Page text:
By Arvind Rajeev is a Painter based in Mumbai.
“Don’t believe what your eyes are telling you. All they show is limitation. Look with your understanding. Find out what you already know and you will see the way to fly.” -Richard Bach
It must have been thought about by all those who think education differently that whether it is possible to come up with a system that is not competitive but brings out the best possible in a person?
We are made to believe by the education system that education or learning can only be meaningful if it has an element of competition as people are not motivated if they don’t compete against each other.
No wonder inside schools we see competitions of all types whether it is in academics, extracurricular activities, sports and athletics. The notion that somebody has to be the loser in order for somebody to become the winner is so much taken for granted that we have not gone ahead to explore any alternative possibility of bringing out the best in people without asking them to leave behind somebody in order to go ahead.
As somebody who is deeply intrigued by the potential of teaching children differently and exploring methods of cultivating cooperation rather than competition in the child’s heart I came across a beautiful book called ‘Jonathan Livingston Seagull’ by Richard Bach.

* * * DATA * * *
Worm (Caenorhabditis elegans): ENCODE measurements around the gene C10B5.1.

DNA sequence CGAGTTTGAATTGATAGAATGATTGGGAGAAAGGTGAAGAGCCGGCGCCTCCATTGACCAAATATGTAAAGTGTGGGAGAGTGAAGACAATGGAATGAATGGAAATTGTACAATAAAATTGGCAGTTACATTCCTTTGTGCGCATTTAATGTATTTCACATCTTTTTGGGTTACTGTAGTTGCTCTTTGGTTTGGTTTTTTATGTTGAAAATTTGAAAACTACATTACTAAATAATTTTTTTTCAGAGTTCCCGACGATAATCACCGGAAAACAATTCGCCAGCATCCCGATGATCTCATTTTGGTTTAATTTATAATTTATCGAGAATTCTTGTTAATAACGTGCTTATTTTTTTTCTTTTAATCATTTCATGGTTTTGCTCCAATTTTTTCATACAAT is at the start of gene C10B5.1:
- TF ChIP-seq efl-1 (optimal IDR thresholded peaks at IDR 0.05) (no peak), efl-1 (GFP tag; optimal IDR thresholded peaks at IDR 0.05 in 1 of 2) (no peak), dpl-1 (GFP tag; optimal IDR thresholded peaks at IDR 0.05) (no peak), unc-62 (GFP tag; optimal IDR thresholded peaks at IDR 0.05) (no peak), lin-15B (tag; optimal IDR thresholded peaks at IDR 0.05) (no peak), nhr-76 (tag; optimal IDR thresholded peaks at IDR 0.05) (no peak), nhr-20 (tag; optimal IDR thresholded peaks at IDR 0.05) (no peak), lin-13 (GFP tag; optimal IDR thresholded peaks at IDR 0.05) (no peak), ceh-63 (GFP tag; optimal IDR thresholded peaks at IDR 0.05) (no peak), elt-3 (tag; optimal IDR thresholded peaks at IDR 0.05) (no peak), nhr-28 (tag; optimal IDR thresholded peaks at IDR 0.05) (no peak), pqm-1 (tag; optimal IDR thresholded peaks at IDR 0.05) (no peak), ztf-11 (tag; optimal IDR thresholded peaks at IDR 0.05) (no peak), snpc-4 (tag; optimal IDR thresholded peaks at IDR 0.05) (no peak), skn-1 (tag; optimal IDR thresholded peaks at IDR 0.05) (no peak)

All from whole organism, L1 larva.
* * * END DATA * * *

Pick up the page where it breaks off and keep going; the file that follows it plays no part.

The book is indeed a classic and a treasure-trove for all those who dream and want to generate the seeds of collective and societal enriching educational endeavors. Should an individual’s life be limited to living for the immediate career, the family and for procreation?
Has a man no other function than to live and die and do the compulsive daily chores between the two?
Richard Bach’s enlightening tale takes us on a journey that most of us are afraid of taking- that journey which takes us to a pilgrimage that lies within.
“Why is it,” Jonathan puzzled, “that the hardest thing in the world is to convince a bird that he is free, and that he can prove it for himself if he’d spend a little time practicing? Why should that be so hard?” – Richard Bach
The story is technically about this seagull named Jonathan Livingston, who unlike other members of his community is not happy merely with a life that rotates around finding food.
He understands that finding food is an important act for the sustenance of the community but asserts that even the life of a seagull is much more than the pursuit of food.
In his disillusionment with the limited life, Jonathan learns to fly to the horizon, practice the intricate act of diving and surging up, having great control over his wings and body balance and by practicing perfection that hardly any bird from his community had aspired for.
Thus unsatisfied with flying for food and believing that in a seagull’s life flying is nothing much but a means of attaining food- Jonathan learns that flying is life itself.
Through the metaphor of flying, Jonathan learns the higher dreams of life and begins to find fulfilment in listening to the calling in his heart.